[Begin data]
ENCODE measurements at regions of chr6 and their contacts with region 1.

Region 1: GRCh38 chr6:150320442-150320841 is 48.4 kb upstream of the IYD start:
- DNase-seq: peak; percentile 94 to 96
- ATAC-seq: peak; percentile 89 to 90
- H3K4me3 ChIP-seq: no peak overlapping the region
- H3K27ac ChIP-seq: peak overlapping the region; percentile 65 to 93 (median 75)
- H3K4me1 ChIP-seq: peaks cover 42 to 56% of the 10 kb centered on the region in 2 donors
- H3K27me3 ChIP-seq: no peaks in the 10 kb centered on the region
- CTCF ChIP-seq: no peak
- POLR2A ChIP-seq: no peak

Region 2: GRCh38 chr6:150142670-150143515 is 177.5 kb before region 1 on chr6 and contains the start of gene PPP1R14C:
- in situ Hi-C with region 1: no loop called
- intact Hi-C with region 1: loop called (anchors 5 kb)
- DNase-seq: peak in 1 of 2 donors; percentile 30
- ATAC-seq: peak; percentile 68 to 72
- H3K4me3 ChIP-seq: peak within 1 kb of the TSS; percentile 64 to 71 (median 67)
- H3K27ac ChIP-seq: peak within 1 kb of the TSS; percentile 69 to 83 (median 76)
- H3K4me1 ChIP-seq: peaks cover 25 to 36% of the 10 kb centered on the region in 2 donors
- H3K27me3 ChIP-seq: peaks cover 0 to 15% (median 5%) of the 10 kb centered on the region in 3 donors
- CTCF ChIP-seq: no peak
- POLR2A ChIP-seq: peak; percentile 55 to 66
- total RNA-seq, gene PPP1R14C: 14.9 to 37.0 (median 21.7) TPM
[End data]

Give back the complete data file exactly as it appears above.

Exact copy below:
ENCODE measurements at regions of chr6 and their contacts with region 1.

Region 1: GRCh38 chr6:150320442-150320841 is 48.4 kb upstream of the IYD start:
- DNase-seq: peak; percentile 94 to 96
- ATAC-seq: peak; percentile 89 to 90
- H3K4me3 ChIP-seq: no peak overlapping the region
- H3K27ac ChIP-seq: peak overlapping the region; percentile 65 to 93 (median 75)
- H3K4me1 ChIP-seq: peaks cover 42 to 56% of the 10 kb centered on the region in 2 donors
- H3K27me3 ChIP-seq: no peaks in the 10 kb centered on the region
- CTCF ChIP-seq: no peak
- POLR2A ChIP-seq: no peak

Region 2: GRCh38 chr6:150142670-150143515 is 177.5 kb before region 1 on chr6 and contains the start of gene PPP1R14C:
- in situ Hi-C with region 1: no loop called
- intact Hi-C with region 1: loop called (anchors 5 kb)
- DNase-seq: peak in 1 of 2 donors; percentile 30
- ATAC-seq: peak; percentile 68 to 72
- H3K4me3 ChIP-seq: peak within 1 kb of the TSS; percentile 64 to 71 (median 67)
- H3K27ac ChIP-seq: peak within 1 kb of the TSS; percentile 69 to 83 (median 76)
- H3K4me1 ChIP-seq: peaks cover 25 to 36% of the 10 kb centered on the region in 2 donors
- H3K27me3 ChIP-seq: peaks cover 0 to 15% (median 5%) of the 10 kb centered on the region in 3 donors
- CTCF ChIP-seq: no peak
- POLR2A ChIP-seq: peak; percentile 55 to 66
- total RNA-seq, gene PPP1R14C: 14.9 to 37.0 (median 21.7) TPM